[extropy-chat] Financial Times on transhumanism: Themostdangerousidea on earth?

The Avantguardian avantguardian2020 at yahoo.com
Sat May 28 07:36:52 UTC 2005

--- Brett Paatsch <bpaatsch at bigpond.net.au> wrote:
> Which vaccines for deadly diseases did you have in
> mind?
Polio, smallpox, influenza, measles, mumps, tentanus,
hepatatitis B, and many others. In fact, the diseases
for which there are no vaccines for are rather
exceptional in this day and age, essentially either
consisting of newly emergent diseases like SARS (which
doesn't seem to be a big public health concern any
more) and really tricky ones such as HIV. Some of the
newer vaccines in the works are against certain forms
of cancer, nicotine (for people who can't quit
smoking) and one against tooth decay. For the most
part, we now have the technology to develop vaccines
for most diseases within a year's time. Whether there
is funding for the technology to be brought to bear
upon a particular disease however depends a lot on
congress, lobbyists, and whether pharmaceutical
companies think they can turn a profit. My point
however is that the average American has little to
fear from infectious diseases. (Bush's flu vaccine
debacle excepted of course) 

> Which gene-therapies are available to clinicians?

Well the most successful to date has been against ADA
deficiency otherwise known as SCIDs or "bubble boy"
syndrome. In the cases where it was used, the genetic
defect was essentially cured. There has been a
temporary halt to development however because 2
individuals out of some dozens or so have contracted
leukemia potentially as a result of the gene therapy.
Therefore progress on gene therapy has slowed down
considerably in the past couple of years. 

> I'm sceptical that its true as a generalisation that
> a person
> dead for 9 minutes and 59 seconds or less can be
> brought
> back.
Oh they can be. They will never be quite the same but
generally speaking at room temperature, the window for
resuscitation is between 5-10 minutes. The brain
damage starts very quickly however so obviously the
sooner medical attention is recieved, the better. Note
that even at the lower end of this window of 5 minutes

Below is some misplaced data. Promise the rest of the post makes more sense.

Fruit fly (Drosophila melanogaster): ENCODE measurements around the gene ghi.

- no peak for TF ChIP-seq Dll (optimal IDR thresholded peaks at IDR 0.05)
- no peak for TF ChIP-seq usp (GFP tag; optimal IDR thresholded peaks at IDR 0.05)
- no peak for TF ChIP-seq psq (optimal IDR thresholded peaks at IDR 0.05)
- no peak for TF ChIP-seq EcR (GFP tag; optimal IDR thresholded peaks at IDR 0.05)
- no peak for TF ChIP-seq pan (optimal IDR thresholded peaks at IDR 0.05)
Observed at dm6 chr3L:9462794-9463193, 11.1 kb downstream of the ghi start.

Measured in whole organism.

still results in some brain damage but generally less
than 10 minutes is the "salvage" window. There have
been numerous anecdotal cases of people who have been
"dead" at very cold temperatures (bottoms of frozen
lakes and what not for periods of 30 minutes or more
that have been successfully brought back.

 There would be some unusual circumstances
> where
> that could indeed be true but they are unusual
> circumstances
> of what is still 'heroic' medicine.

Nah, its pretty routine actually. One of the post docs
in my lab (an infectious disease specialist) has
brought back a dozen or so himself during his
residency. I mean you could still think of it as
"heroic" but it happens several times a day in most
big hospitals.  

> And as for keeping the mindless-body alive
> indefinately,
> that doesn't seem to be within the range of existing
> general 
> clinical medical practice either. 

It isn't normal practice, but that is for ethical and
financial reasons and not due to technological
reasons. Schiavo for example could have lived well
into old age if they hadn't unplugged her.

> There is plenty of human condition yet to improved
> upon
> and we have very much work still to do. 

I agree with that, but it still doesn't mean that the
practice of medicine hasn't changed or had "break
throughs" since penicillin. 

The Avantguardian 
Stuart LaForge
alt email: stuart"AT"ucla.edu

"The surest sign of intelligent life in the universe is that they haven't attempted to contact us." 
-Bill Watterson

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